So, yet another long-running, hugely popular manga has finally come to an end.
Tite Kubo’s Bleach published its final chapter in last week’s Weekly Shonen Jump, bringing to an end an epic saga that has been running for 15 years.
In the course of those years, the story of Kurosaki Ichigo – the orange-haired teenager thrust into the role of a Shinigami (Death God in Japanese, alternatively Soul Reaper) whose job is to defend humans from evil spirits (or “hollows”) and guide departed souls to the afterlife (otherwise known as the “Soul Society”) – evolved from an episodic “monster of the week” manga to a sprawling epic involving different supernatural abilities, otherworldly realms, and impossibly powerful enemies, each of whom Ichigo had to overcome.
The story started out in 2001 with a fateful meeting between Ichigo, who can see ghosts, and Rukia Kuchiki, a Shinigami who is wounded after a fight with a hollow. In desperation, she transfers her reiatsu (spirit energy) to Ichigo, thus pretty much deputising him into the ranks of the Shinigami. As the story progressed, it became more and more apparent as Ichigo grew stronger and stronger that he is more than just a mere human.
The manga was originally conceived when Tite drew an image of a Shinigami in a kimono, which turned out to be the first concept design for Rukia. The name Bleach doesn’t really mean anything, nor is there anything associated with bleach anywhere in the manga. In a 2008 interview with Anime Insider, Tite stated that he had initially wanted to call it “Black”, but that was too common a name, and so was his second choice, “White”. He chose “Bleach” because it was closely associated with “white”, and also because it wasn’t a very common name for a manga.
The biggest draw of Bleach, however, was not just Ichigo. Sure, he was the main protagonist, the one to whom everyone looks to save the day eventually, but it was also the myriad of characters featured in the manga that was the best thing about Bleach; as well as the different influences Tite drew upon for the story designs (everything from Japanese superstition to medieval Christian orders), and also the dynamic fight scenes.
To commemorate the ending of Bleach, we decided to take a look back at the manga and pinpoint four things we loved about it.
Yes, there are plenty of great stories in Bleach, but really, it’s the fighting that goes on in each of these stories that really matters most. Tite famously conceived each battle scene while listening to rock music, and it shows in his art and dynamic fight sequences. He manages to tailor each fight to suit the involved parties’ personalities, and there is a certain elegance in the way the violence unfolds on the page that keeps you going back to read it, even though some of those fights tended to drag on way too long, like the final battles in the series-ending Thousand-Year Blood War story arc.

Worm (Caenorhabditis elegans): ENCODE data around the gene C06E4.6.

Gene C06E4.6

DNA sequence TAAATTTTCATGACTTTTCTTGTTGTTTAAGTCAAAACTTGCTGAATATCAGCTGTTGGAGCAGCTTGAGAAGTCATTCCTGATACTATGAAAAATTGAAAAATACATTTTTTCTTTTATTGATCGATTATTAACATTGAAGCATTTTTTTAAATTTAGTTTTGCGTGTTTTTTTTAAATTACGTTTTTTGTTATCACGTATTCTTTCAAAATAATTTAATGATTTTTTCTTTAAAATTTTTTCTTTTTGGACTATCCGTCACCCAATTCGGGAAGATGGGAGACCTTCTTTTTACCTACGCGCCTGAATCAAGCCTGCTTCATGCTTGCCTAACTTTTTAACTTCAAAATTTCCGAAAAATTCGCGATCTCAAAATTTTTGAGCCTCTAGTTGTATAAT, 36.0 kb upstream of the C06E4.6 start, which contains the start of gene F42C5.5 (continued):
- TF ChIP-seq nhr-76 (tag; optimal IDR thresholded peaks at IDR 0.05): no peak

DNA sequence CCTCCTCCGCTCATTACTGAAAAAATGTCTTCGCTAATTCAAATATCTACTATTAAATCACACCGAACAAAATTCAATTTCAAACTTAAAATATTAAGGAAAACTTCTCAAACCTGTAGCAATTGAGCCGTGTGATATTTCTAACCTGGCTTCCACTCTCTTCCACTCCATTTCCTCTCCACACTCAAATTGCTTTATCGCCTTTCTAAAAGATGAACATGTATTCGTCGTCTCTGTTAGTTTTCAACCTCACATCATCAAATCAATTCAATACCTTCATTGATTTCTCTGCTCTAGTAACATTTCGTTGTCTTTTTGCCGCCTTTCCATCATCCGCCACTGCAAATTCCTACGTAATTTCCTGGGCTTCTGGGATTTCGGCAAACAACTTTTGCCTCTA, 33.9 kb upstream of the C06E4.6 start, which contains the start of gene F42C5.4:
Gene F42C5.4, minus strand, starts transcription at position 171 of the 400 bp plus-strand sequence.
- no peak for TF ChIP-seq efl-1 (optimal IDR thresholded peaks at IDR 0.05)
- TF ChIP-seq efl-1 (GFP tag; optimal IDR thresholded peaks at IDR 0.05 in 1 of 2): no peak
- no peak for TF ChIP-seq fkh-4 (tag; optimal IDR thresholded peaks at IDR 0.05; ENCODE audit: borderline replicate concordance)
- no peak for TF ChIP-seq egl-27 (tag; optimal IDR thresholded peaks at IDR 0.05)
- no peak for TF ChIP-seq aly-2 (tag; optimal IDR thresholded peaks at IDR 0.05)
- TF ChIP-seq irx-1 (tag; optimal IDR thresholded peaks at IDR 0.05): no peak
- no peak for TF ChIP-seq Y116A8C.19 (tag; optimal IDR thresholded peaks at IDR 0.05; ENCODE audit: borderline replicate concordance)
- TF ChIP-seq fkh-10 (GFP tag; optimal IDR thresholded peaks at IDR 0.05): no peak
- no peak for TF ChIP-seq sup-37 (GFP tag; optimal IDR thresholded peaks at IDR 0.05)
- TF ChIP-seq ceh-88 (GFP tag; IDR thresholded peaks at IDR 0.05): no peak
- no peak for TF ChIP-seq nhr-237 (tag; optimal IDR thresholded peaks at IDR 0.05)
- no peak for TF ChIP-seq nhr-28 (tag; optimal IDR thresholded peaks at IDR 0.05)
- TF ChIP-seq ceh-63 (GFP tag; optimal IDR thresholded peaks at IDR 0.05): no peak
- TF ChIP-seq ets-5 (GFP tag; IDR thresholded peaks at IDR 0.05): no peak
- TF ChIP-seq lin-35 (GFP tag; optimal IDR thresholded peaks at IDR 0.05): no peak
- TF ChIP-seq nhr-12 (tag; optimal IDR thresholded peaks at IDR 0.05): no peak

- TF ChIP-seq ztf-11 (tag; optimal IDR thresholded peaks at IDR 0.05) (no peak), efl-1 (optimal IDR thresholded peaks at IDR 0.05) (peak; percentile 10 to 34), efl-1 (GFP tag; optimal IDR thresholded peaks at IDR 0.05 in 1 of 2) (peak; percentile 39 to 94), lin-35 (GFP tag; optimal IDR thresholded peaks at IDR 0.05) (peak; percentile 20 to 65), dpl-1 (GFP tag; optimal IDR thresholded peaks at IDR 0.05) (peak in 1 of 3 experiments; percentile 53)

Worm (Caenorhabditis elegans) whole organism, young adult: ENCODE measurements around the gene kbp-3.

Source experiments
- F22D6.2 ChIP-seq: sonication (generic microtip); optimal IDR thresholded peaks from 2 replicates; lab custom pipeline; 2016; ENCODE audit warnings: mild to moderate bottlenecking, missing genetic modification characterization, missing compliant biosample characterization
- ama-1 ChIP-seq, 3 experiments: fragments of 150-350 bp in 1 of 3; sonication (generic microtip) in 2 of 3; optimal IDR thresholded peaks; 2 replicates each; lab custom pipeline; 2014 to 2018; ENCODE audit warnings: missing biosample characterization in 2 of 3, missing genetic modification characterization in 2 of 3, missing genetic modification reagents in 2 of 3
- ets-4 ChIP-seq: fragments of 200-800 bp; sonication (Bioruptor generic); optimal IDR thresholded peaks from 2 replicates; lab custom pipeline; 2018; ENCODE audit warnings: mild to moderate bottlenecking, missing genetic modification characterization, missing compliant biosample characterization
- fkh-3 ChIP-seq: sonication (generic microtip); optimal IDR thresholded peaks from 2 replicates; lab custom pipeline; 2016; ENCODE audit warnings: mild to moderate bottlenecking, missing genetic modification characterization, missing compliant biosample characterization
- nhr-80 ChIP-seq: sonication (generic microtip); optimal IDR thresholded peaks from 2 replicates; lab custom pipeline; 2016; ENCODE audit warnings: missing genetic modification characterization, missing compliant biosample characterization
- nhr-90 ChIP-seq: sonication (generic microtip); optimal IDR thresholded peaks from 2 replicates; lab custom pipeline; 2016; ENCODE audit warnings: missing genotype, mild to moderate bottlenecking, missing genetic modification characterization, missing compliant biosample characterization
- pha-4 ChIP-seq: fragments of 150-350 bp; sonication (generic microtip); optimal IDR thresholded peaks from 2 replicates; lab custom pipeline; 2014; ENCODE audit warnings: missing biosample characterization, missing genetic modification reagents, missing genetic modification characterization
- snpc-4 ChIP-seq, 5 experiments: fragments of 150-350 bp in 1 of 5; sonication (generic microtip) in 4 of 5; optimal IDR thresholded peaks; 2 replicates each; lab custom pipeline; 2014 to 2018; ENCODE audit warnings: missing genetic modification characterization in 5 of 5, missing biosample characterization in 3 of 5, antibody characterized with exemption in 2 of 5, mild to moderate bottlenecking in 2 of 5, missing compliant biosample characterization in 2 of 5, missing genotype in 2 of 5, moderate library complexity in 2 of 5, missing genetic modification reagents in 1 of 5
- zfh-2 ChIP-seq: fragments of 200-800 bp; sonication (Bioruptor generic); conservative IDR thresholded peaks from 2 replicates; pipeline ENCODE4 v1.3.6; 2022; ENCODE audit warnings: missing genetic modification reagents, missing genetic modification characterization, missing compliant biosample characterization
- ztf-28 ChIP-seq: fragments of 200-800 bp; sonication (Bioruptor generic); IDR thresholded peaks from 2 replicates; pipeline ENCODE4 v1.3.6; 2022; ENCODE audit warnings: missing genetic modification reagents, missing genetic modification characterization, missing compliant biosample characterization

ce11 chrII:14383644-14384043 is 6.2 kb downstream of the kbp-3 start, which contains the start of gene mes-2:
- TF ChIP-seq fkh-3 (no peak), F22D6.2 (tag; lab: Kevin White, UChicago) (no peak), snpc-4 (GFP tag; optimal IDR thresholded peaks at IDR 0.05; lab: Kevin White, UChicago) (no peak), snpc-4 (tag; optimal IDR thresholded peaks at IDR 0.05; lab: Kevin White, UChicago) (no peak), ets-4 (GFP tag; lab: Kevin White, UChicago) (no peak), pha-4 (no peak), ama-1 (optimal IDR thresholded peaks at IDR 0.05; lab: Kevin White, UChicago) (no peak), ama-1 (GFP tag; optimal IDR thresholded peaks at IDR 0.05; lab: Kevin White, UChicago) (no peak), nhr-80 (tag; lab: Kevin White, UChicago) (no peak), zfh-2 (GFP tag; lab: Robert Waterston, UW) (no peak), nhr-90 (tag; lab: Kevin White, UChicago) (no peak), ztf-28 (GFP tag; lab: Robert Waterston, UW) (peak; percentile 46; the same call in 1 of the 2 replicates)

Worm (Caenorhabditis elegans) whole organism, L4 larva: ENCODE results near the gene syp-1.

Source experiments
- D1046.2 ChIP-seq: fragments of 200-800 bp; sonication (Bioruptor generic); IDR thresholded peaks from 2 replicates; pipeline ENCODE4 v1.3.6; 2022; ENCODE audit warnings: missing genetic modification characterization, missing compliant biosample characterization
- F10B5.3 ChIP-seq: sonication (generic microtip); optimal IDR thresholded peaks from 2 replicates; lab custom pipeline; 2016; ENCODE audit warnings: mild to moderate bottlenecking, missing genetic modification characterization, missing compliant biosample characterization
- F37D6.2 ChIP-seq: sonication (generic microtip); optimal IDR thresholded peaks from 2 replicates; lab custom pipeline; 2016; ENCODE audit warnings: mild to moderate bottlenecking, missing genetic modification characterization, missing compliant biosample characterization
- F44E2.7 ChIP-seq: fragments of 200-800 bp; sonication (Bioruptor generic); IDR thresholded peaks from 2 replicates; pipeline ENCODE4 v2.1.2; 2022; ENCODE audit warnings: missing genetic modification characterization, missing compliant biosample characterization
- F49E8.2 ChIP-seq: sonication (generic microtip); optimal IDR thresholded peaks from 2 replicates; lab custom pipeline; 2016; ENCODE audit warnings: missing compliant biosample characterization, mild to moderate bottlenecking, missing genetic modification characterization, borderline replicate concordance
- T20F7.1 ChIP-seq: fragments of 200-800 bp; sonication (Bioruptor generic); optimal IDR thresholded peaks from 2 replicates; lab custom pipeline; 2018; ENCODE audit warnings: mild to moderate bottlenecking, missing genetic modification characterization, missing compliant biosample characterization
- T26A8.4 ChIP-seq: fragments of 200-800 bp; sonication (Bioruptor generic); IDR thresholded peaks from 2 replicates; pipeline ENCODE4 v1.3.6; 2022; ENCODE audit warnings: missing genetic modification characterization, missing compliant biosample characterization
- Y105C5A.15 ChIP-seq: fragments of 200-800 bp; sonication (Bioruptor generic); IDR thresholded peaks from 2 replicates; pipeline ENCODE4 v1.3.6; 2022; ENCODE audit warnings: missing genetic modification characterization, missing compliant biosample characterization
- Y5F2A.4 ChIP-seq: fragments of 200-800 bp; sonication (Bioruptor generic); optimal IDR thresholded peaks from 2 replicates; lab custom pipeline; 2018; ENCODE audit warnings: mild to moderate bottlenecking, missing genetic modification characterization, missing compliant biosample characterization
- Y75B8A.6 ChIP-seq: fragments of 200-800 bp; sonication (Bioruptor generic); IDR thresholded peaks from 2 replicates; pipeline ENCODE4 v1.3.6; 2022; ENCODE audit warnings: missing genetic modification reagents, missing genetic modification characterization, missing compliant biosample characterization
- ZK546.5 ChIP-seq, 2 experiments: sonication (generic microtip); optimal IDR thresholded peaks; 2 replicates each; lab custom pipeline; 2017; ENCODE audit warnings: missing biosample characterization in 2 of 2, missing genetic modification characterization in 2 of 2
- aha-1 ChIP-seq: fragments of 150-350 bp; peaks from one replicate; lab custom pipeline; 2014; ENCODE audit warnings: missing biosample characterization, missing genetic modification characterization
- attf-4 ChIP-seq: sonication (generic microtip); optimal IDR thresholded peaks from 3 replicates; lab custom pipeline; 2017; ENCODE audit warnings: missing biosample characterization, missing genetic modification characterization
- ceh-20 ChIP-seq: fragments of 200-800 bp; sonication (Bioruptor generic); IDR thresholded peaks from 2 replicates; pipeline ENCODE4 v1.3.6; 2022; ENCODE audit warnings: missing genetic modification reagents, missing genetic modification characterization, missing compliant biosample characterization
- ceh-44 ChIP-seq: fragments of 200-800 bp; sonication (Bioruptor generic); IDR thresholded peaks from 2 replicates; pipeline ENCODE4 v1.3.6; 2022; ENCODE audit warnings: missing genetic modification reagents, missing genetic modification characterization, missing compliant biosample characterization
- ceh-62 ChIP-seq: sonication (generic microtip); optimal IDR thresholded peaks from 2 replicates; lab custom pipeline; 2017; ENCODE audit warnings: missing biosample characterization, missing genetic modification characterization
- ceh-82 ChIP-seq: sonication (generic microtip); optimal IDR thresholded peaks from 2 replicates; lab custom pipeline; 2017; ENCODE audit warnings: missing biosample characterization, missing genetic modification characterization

Soul Reaper power
As much fun as it was to see Ichigo constantly levelling up in order to defeat the next villain, it was even more fun to see all the other characters, especially the Shinigami, showing off their own unique moves and various Zanpakuto (soul-cutter sword, the chosen weapon of a Shinigami), some of which were so far-fetched it required numerous readings to understand what was going on.
And it wasn’t just the fighting aspect – each character was created with a unique personality, backstory, and a compatible fighting style. You had the mad scientist Mayuri Kurotsuchi, whose scientific approach to fighting had some horrifying results; the bloodthirsty Kenpachi Zaraki, whose no-frills, no-powers approach made him a deadly warrior; Toshiro Hitsugaya, the ice master stuck in the body of a kid; and my favourite, Shunsui Kyoraku, a peace-loving slacker who has the power to turn children’s games into reality.
All these personalities and powers made the fights each Shinigami got into insanely entertaining, especially when they levelled up and started using their ……
One of the greatest abilities of a Shinigami is the bankai (final release), sort of like a power-up of their usual abilities, which also involves the shikai (initial release), an upgrade of their Zanpakuto. Think of it as the “Super Combo” in Street Fighter, which the Shinigami would use to overpower their opponent. While Ichigo’s bankai was entertaining to watch – it often featured his sword changing into various forms – it was also great to watch the other Shinigami using theirs, as well as how their opponents would counter it.
Our favourite bankai so far? When Kenpachi Zaraki, who famously shunned all the usual Shinigami level-ups in favour of raw power, decides to use HIS bankai in the Thousand Year Blood War (I actually let out an audible WHOOP! when he said the words “bankai”), and it turns out to be something quite unexpected. And just check out the impressively humongous form of his shikai!
Go, go, Ichigo
From his signature orange hair, a contrast to the usual black garb of a Shinigami, to his perpetual scowl (Tite once said it felt “unnatural” to draw him with a smile), Kurosaki Ichigo was probably one of the more striking leads in a manga ever. Throughout the manga, we saw him growing up from a rebellious teenager whose only power was the ability to see ghosts, to become the saviour of the human world and Soul Society.
We’ve seen him gain more and more power, only to lose it all and then fight to regain it. We’ve seen him go up against powerful enemies from rogue Shinigami Sosuke Aizen to the all-mighty Yhwach, founder of the Quincies, and come up on top each time. We’ve seen him forge friendships even with those who were once his enemies, and push through all the obstacles he has faced with sheer willpower.
After all that, it’s hard not to shed a tear to see him finally hang up Zangetsu (his Zanpakuto) and settle down with Orihime to start a family and getting some much-needed peace.
Goodbye, Ichigo. We’re sad to see you go.